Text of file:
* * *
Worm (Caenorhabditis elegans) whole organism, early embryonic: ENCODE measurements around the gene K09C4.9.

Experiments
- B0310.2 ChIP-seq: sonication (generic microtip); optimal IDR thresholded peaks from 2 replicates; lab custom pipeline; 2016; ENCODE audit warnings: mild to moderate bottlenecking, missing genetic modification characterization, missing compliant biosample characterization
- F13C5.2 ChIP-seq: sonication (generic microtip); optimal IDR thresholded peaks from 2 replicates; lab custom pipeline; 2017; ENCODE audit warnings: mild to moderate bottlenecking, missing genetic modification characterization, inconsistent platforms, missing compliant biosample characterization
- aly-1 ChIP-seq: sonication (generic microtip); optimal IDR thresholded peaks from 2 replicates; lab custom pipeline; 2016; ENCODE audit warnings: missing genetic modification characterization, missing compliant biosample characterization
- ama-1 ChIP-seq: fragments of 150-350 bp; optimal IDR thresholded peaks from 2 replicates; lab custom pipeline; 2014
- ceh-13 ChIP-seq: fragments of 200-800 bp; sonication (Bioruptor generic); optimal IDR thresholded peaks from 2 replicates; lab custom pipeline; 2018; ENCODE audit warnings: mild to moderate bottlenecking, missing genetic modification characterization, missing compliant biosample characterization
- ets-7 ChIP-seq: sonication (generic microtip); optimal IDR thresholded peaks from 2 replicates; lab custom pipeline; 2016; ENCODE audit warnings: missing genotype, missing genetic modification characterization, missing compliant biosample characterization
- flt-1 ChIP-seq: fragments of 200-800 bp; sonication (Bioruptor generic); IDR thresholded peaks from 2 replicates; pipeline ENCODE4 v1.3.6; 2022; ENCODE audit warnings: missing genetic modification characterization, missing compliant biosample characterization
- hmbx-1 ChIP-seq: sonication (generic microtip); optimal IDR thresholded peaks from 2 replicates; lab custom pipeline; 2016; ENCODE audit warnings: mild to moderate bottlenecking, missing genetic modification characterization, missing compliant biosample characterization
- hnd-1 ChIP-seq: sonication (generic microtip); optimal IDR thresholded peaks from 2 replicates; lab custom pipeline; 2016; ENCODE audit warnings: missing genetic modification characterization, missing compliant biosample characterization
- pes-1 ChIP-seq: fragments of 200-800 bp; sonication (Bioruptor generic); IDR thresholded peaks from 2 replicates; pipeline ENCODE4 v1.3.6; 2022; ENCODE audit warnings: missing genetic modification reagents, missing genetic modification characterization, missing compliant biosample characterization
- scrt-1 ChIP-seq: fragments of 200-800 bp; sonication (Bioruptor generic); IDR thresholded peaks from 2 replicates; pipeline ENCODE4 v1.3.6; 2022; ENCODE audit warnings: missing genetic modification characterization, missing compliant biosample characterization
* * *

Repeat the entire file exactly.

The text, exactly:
Worm (Caenorhabditis elegans) whole organism, early embryonic: ENCODE measurements around the gene K09C4.9.

Experiments
- B0310.2 ChIP-seq: sonication (generic microtip); optimal IDR thresholded peaks from 2 replicates; lab custom pipeline; 2016; ENCODE audit warnings: mild to moderate bottlenecking, missing genetic modification characterization, missing compliant biosample characterization
- F13C5.2 ChIP-seq: sonication (generic microtip); optimal IDR thresholded peaks from 2 replicates; lab custom pipeline; 2017; ENCODE audit warnings: mild to moderate bottlenecking, missing genetic modification characterization, inconsistent platforms, missing compliant biosample characterization
- aly-1 ChIP-seq: sonication (generic microtip); optimal IDR thresholded peaks from 2 replicates; lab custom pipeline; 2016; ENCODE audit warnings: missing genetic modification characterization, missing compliant biosample characterization
- ama-1 ChIP-seq: fragments of 150-350 bp; optimal IDR thresholded peaks from 2 replicates; lab custom pipeline; 2014
- ceh-13 ChIP-seq: fragments of 200-800 bp; sonication (Bioruptor generic); optimal IDR thresholded peaks from 2 replicates; lab custom pipeline; 2018; ENCODE audit warnings: mild to moderate bottlenecking, missing genetic modification characterization, missing compliant biosample characterization
- ets-7 ChIP-seq: sonication (generic microtip); optimal IDR thresholded peaks from 2 replicates; lab custom pipeline; 2016; ENCODE audit warnings: missing genotype, missing genetic modification characterization, missing compliant biosample characterization
- flt-1 ChIP-seq: fragments of 200-800 bp; sonication (Bioruptor generic); IDR thresholded peaks from 2 replicates; pipeline ENCODE4 v1.3.6; 2022; ENCODE audit warnings: missing genetic modification characterization, missing compliant biosample characterization
- hmbx-1 ChIP-seq: sonication (generic microtip); optimal IDR thresholded peaks from 2 replicates; lab custom pipeline; 2016; ENCODE audit warnings: mild to moderate bottlenecking, missing genetic modification characterization, missing compliant biosample characterization
- hnd-1 ChIP-seq: sonication (generic microtip); optimal IDR thresholded peaks from 2 replicates; lab custom pipeline; 2016; ENCODE audit warnings: missing genetic modification characterization, missing compliant biosample characterization
- pes-1 ChIP-seq: fragments of 200-800 bp; sonication (Bioruptor generic); IDR thresholded peaks from 2 replicates; pipeline ENCODE4 v1.3.6; 2022; ENCODE audit warnings: missing genetic modification reagents, missing genetic modification characterization, missing compliant biosample characterization
- scrt-1 ChIP-seq: fragments of 200-800 bp; sonication (Bioruptor generic); IDR thresholded peaks from 2 replicates; pipeline ENCODE4 v1.3.6; 2022; ENCODE audit warnings: missing genetic modification characterization, missing compliant biosample characterization